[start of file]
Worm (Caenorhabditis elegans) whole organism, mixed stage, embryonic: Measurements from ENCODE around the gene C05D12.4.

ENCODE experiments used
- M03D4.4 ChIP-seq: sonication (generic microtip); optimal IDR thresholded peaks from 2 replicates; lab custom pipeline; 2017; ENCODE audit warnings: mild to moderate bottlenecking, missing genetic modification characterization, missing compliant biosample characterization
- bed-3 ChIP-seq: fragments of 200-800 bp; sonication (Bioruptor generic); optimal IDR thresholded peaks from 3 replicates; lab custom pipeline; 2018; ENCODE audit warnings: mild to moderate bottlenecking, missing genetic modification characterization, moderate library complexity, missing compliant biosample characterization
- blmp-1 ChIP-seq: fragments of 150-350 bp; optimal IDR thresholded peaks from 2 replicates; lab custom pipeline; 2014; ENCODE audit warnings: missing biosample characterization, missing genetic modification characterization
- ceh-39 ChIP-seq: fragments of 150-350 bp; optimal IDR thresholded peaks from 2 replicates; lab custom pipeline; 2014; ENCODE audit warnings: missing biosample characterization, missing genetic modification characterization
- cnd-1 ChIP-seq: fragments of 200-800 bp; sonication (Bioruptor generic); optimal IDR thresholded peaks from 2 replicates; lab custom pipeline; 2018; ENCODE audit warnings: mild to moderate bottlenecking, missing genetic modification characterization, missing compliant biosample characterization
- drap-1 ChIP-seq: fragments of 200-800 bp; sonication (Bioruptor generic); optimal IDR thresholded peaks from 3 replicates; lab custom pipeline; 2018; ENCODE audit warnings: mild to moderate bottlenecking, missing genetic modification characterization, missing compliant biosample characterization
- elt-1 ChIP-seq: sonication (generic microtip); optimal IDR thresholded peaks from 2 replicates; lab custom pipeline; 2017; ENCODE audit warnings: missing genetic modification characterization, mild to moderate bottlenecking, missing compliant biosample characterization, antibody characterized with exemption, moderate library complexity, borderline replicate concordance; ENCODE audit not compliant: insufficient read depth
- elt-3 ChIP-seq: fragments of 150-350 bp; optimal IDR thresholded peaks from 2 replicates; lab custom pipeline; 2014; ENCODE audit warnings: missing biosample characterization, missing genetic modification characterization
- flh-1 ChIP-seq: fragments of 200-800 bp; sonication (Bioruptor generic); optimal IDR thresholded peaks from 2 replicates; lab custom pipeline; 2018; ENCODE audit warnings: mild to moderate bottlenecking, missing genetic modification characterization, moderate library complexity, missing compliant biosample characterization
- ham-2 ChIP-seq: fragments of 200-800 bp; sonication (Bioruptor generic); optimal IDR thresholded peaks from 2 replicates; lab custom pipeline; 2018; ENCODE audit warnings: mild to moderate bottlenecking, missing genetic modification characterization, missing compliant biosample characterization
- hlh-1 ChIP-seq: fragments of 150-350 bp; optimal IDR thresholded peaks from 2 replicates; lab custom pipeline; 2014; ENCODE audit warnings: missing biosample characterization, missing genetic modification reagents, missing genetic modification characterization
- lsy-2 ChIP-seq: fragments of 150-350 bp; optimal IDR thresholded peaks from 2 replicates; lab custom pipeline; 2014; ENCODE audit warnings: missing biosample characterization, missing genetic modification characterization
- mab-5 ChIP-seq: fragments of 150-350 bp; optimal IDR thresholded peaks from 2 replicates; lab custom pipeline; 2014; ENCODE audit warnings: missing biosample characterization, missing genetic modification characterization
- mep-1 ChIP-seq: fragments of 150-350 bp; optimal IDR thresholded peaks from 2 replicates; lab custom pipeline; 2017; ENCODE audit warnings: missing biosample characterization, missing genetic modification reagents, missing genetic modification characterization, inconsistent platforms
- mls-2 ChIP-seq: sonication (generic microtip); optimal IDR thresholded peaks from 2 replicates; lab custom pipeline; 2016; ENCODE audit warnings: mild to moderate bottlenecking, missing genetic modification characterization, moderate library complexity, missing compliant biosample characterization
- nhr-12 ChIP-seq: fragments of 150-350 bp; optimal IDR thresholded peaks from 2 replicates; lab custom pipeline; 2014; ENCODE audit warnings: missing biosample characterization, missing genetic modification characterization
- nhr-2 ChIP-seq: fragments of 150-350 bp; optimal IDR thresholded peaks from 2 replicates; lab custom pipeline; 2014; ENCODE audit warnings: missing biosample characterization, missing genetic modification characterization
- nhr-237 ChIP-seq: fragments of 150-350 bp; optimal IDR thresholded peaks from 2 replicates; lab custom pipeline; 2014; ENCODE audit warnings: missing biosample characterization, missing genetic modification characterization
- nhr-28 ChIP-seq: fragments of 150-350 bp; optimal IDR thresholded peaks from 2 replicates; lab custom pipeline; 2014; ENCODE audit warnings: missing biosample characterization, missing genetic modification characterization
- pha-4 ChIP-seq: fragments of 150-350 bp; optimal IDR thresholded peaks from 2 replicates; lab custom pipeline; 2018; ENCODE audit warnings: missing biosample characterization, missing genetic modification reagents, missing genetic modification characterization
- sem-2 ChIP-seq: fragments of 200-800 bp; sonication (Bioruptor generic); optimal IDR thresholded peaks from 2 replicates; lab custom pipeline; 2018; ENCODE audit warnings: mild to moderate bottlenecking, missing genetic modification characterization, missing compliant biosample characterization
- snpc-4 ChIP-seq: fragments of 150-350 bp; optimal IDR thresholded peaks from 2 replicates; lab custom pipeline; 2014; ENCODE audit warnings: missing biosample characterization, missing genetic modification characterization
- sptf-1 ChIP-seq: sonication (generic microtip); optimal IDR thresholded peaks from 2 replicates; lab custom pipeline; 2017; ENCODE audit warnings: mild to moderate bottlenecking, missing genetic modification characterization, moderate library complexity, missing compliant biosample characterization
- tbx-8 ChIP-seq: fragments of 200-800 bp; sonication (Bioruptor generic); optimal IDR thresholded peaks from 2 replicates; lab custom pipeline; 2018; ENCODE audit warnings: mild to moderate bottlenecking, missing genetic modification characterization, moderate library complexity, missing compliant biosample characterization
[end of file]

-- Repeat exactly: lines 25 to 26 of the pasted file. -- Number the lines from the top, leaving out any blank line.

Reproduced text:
- sptf-1 ChIP-seq: sonication (generic microtip); optimal IDR thresholded peaks from 2 replicates; lab custom pipeline; 2017; ENCODE audit warnings: mild to moderate bottlenecking, missing genetic modification characterization, moderate library complexity, missing compliant biosample characterization
- tbx-8 ChIP-seq: fragments of 200-800 bp; sonication (Bioruptor generic); optimal IDR thresholded peaks from 2 replicates; lab custom pipeline; 2018; ENCODE audit warnings: mild to moderate bottlenecking, missing genetic modification characterization, moderate library complexity, missing compliant biosample characterization